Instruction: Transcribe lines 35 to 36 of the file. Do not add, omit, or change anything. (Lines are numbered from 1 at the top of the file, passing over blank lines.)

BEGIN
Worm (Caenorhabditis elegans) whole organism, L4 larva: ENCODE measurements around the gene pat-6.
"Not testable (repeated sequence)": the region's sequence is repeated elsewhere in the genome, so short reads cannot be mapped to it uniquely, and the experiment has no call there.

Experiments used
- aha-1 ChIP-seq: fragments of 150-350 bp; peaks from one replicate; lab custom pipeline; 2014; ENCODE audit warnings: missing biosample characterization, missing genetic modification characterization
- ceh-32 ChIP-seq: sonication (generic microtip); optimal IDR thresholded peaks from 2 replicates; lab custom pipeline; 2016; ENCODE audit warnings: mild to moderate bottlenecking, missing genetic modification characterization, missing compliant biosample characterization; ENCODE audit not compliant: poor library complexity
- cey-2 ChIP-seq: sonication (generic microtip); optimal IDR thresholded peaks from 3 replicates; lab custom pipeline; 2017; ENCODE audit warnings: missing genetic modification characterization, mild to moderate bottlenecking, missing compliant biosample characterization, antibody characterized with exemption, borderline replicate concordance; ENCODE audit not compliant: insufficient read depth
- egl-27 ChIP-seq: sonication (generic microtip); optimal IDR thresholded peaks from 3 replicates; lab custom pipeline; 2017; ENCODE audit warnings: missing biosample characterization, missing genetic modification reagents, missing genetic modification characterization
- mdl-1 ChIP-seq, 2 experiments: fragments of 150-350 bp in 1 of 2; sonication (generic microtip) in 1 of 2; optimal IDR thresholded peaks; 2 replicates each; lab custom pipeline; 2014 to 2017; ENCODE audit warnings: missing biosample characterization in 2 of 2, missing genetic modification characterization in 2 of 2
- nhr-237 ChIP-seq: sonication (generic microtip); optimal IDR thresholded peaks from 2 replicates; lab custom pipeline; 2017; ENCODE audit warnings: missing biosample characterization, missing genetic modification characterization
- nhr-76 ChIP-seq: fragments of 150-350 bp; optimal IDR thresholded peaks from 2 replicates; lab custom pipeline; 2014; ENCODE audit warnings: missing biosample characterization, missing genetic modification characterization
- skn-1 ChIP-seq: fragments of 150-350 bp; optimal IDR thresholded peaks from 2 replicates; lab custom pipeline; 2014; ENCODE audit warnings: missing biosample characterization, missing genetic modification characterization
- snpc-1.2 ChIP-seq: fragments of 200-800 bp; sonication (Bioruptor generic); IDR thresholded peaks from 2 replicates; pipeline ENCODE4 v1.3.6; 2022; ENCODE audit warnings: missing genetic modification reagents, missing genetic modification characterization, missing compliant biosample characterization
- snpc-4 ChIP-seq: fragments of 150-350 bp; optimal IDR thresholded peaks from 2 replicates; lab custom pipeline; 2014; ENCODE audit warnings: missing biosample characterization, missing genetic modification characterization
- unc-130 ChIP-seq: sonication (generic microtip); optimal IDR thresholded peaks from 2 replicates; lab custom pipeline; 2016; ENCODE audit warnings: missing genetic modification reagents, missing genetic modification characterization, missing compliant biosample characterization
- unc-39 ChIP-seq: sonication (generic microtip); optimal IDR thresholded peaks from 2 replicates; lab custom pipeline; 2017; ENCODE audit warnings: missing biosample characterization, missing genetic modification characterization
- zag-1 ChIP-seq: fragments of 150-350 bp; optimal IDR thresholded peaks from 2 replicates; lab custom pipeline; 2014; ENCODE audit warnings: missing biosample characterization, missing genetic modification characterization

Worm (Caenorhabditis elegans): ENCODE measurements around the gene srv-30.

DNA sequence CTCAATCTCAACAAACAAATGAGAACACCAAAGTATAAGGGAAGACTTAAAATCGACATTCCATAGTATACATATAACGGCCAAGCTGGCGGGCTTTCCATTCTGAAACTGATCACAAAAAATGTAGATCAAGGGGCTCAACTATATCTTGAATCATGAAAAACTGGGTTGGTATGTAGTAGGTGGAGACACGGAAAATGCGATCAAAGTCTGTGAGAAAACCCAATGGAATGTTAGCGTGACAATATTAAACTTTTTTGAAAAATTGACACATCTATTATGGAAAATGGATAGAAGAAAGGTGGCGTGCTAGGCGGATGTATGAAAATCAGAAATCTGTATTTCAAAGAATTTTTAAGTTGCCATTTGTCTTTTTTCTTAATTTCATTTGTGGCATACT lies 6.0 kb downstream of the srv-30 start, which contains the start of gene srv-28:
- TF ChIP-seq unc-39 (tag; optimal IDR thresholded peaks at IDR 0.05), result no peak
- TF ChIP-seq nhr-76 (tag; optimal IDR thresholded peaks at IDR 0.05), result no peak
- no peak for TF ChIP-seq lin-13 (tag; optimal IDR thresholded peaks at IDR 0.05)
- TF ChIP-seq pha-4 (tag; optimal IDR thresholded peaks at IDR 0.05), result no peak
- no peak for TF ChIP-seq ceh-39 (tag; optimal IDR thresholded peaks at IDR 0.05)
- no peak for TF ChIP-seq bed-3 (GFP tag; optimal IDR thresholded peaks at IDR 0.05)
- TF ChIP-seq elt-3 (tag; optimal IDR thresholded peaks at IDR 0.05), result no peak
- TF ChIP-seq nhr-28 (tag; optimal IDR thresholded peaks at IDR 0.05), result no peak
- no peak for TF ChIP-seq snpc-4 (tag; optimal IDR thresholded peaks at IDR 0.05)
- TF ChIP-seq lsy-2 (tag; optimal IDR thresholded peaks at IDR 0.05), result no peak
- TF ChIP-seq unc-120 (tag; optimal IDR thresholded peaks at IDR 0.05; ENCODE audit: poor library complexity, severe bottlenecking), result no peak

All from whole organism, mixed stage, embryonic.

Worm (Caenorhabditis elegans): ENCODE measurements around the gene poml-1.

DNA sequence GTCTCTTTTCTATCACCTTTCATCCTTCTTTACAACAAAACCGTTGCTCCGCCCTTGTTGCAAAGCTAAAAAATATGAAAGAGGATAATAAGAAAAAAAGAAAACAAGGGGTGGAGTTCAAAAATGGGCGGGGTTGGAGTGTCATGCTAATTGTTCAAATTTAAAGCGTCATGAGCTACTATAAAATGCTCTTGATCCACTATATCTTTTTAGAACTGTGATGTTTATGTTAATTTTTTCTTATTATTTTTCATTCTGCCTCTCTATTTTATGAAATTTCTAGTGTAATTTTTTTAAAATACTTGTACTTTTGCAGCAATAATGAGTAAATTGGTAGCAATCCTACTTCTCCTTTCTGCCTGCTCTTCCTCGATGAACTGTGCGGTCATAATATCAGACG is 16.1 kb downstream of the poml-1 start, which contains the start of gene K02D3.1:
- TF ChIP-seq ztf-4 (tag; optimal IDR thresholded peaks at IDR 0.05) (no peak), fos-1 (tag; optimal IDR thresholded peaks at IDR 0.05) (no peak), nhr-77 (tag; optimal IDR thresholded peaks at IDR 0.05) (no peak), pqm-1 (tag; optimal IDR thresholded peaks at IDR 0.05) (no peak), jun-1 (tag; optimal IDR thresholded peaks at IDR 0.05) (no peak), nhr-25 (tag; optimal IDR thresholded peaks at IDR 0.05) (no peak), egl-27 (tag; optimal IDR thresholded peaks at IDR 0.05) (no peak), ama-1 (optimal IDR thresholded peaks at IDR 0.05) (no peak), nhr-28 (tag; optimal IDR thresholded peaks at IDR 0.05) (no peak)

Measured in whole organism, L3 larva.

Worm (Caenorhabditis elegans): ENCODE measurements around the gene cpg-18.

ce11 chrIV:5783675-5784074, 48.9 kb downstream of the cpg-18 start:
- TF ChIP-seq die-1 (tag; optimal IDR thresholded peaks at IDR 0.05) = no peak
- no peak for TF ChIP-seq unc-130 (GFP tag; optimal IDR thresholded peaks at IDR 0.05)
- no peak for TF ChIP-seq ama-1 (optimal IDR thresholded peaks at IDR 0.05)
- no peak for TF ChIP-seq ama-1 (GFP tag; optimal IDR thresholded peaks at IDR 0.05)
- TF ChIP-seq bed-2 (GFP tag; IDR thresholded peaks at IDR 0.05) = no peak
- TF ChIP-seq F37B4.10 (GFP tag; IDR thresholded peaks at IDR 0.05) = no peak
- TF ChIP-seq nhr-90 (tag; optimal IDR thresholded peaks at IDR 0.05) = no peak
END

Worm (Caenorhabditis elegans): ENCODE measurements around the gene cpg-18.

ce11 chrIV:5783675-5784074, 48.9 kb downstream of the cpg-18 start: